The myth of Muslim grooming

The British National party’s website, its logo still sporting a seasonal sprig of holly, is understandably triumphalist as it proclaims that the “controlled media” has admitted this week that “Nick Griffin has been right all along about Muslim paedophile gangs”.

The particular branch of the controlled media the BNP refers to is the Times, which has been running the results of a lengthy investigation into the sexual exploitation and internal trafficking of girls in the north of England. Specifically, the Times has marshalled evidence suggesting that these organised crimes are carried out almost exclusively by gangs of Pakistani Muslim origin who target white youngsters; and it quotes both police and agency sources who refer to a “conspiracy of silence” around the open investigation of such cases, amid fears of being branded racist or inflaming ethnic tensions in already precarious local environments.

This is not the first time that anxieties about the ethnic dimension of child sexual exploitation have been aired by the media. In 2004 the Channel 4 documentary Edge of the City, which explored claims that Asian men in Bradford were grooming white girls as young as 11, sexually abusing them and passing them on to their friends, was initially withdrawn from the schedules after the BNP described it as “a party political broadcast”, and the chief constable of West Yorkshire police warned that it could spark disorder.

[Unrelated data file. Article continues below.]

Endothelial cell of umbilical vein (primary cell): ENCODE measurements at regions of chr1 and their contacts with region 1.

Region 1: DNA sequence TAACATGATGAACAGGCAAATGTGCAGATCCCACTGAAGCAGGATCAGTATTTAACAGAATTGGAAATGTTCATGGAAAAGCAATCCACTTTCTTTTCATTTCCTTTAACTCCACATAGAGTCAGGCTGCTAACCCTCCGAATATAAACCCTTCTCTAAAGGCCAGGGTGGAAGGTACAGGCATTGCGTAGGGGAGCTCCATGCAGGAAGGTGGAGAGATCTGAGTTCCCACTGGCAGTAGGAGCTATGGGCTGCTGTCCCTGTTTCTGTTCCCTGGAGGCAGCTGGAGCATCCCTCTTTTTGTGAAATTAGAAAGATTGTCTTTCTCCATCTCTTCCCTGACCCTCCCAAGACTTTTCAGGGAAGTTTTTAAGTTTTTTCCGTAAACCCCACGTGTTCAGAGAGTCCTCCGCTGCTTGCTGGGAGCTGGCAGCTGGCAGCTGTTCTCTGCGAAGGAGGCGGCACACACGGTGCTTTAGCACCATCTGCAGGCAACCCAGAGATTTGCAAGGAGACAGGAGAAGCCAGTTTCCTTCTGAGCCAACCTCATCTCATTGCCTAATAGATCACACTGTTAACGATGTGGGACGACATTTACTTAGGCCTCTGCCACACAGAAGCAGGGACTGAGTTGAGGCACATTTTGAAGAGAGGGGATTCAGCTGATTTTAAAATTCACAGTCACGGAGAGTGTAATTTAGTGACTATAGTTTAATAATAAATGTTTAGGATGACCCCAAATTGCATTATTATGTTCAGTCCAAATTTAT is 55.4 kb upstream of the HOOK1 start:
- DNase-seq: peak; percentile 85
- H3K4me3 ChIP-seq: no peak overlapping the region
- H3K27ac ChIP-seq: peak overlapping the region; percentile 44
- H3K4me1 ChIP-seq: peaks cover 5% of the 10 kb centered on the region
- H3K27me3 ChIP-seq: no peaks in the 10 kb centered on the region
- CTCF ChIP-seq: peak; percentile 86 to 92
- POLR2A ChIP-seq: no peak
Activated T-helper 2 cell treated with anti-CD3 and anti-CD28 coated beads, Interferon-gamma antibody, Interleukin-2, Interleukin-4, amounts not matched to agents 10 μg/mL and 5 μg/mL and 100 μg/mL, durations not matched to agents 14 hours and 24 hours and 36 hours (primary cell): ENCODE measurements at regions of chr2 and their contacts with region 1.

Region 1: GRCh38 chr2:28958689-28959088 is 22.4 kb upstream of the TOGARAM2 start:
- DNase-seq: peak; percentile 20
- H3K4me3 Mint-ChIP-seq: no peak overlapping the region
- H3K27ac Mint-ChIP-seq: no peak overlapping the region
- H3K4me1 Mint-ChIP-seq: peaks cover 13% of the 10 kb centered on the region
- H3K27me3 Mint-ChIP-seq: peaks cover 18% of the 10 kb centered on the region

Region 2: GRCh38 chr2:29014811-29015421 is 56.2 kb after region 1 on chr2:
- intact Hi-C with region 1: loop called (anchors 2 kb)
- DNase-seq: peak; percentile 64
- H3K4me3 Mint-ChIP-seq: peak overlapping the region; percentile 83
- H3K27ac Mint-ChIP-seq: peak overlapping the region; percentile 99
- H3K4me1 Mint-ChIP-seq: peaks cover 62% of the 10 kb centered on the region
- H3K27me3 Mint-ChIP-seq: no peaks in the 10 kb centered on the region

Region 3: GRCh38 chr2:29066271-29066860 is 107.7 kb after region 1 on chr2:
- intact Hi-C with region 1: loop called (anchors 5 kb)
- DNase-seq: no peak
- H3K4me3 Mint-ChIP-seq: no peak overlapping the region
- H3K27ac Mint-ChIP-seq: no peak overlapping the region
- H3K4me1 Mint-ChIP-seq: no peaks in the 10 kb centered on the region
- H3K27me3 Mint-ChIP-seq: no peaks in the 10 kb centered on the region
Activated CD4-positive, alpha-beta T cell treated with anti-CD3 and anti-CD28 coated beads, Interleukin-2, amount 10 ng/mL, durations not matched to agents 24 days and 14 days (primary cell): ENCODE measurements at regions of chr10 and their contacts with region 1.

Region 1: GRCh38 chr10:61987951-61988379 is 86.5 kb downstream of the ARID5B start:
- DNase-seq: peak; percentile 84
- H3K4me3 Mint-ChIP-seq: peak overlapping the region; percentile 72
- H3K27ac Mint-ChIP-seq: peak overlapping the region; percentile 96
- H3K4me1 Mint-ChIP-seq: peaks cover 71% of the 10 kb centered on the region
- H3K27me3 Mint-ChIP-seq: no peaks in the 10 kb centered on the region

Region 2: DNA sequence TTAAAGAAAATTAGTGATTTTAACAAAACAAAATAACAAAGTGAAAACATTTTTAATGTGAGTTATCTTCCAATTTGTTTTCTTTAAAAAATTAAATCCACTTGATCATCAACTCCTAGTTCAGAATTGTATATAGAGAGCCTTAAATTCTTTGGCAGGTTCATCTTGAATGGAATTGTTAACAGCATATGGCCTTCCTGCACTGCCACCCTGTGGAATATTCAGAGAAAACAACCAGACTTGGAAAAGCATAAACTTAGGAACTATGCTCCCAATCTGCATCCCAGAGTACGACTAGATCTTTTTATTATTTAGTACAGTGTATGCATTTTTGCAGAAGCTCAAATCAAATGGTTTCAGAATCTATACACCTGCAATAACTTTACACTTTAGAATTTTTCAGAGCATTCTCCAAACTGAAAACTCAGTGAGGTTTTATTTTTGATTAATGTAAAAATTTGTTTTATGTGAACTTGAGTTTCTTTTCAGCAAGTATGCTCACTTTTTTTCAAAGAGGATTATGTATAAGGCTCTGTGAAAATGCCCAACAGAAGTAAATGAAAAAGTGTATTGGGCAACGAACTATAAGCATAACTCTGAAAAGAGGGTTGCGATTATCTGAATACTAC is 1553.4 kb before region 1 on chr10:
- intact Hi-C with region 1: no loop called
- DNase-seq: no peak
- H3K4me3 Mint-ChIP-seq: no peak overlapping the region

Anecdotally, as far back as the mid-90s, local agencies have been aware of the participation of ethnic minority men in some cases of serial abuse. But what has not emerged is any consistent evidence to suggest that Pakistani Muslim men are uniquely and disproportionately involved in these crimes, nor that they are preying on white girls because they believe them to be legitimate sexual quarry, as is now being suggested.

Libby Brooks in the Guardian, 7 January 2011

See also ENGAGE, 7 January 2011